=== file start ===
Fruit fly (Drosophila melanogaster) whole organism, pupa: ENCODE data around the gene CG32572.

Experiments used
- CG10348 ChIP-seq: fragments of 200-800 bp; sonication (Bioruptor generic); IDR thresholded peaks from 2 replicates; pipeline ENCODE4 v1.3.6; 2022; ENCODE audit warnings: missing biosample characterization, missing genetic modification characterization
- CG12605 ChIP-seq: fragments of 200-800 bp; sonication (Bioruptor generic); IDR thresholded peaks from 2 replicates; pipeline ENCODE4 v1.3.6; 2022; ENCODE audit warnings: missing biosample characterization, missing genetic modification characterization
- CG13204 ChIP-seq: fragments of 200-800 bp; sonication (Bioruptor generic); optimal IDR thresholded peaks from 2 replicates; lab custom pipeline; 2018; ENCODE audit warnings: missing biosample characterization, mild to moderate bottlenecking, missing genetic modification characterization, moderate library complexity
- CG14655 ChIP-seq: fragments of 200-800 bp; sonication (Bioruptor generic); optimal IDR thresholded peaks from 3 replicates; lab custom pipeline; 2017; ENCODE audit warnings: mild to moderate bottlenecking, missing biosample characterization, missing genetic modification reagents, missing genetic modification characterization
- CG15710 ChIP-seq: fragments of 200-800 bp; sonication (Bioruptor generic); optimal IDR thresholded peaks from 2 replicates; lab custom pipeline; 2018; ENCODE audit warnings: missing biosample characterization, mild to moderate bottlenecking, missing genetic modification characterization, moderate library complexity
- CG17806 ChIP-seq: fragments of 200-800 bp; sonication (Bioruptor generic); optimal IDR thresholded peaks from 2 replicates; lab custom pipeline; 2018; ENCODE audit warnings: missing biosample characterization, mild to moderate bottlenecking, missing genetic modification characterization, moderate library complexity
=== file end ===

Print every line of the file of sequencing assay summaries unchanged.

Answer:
Fruit fly (Drosophila melanogaster) whole organism, pupa: ENCODE data around the gene CG32572.

Experiments used
- CG10348 ChIP-seq: fragments of 200-800 bp; sonication (Bioruptor generic); IDR thresholded peaks from 2 replicates; pipeline ENCODE4 v1.3.6; 2022; ENCODE audit warnings: missing biosample characterization, missing genetic modification characterization
- CG12605 ChIP-seq: fragments of 200-800 bp; sonication (Bioruptor generic); IDR thresholded peaks from 2 replicates; pipeline ENCODE4 v1.3.6; 2022; ENCODE audit warnings: missing biosample characterization, missing genetic modification characterization
- CG13204 ChIP-seq: fragments of 200-800 bp; sonication (Bioruptor generic); optimal IDR thresholded peaks from 2 replicates; lab custom pipeline; 2018; ENCODE audit warnings: missing biosample characterization, mild to moderate bottlenecking, missing genetic modification characterization, moderate library complexity
- CG14655 ChIP-seq: fragments of 200-800 bp; sonication (Bioruptor generic); optimal IDR thresholded peaks from 3 replicates; lab custom pipeline; 2017; ENCODE audit warnings: mild to moderate bottlenecking, missing biosample characterization, missing genetic modification reagents, missing genetic modification characterization
- CG15710 ChIP-seq: fragments of 200-800 bp; sonication (Bioruptor generic); optimal IDR thresholded peaks from 2 replicates; lab custom pipeline; 2018; ENCODE audit warnings: missing biosample characterization, mild to moderate bottlenecking, missing genetic modification characterization, moderate library complexity
- CG17806 ChIP-seq: fragments of 200-800 bp; sonication (Bioruptor generic); optimal IDR thresholded peaks from 2 replicates; lab custom pipeline; 2018; ENCODE audit warnings: missing biosample characterization, mild to moderate bottlenecking, missing genetic modification characterization, moderate library complexity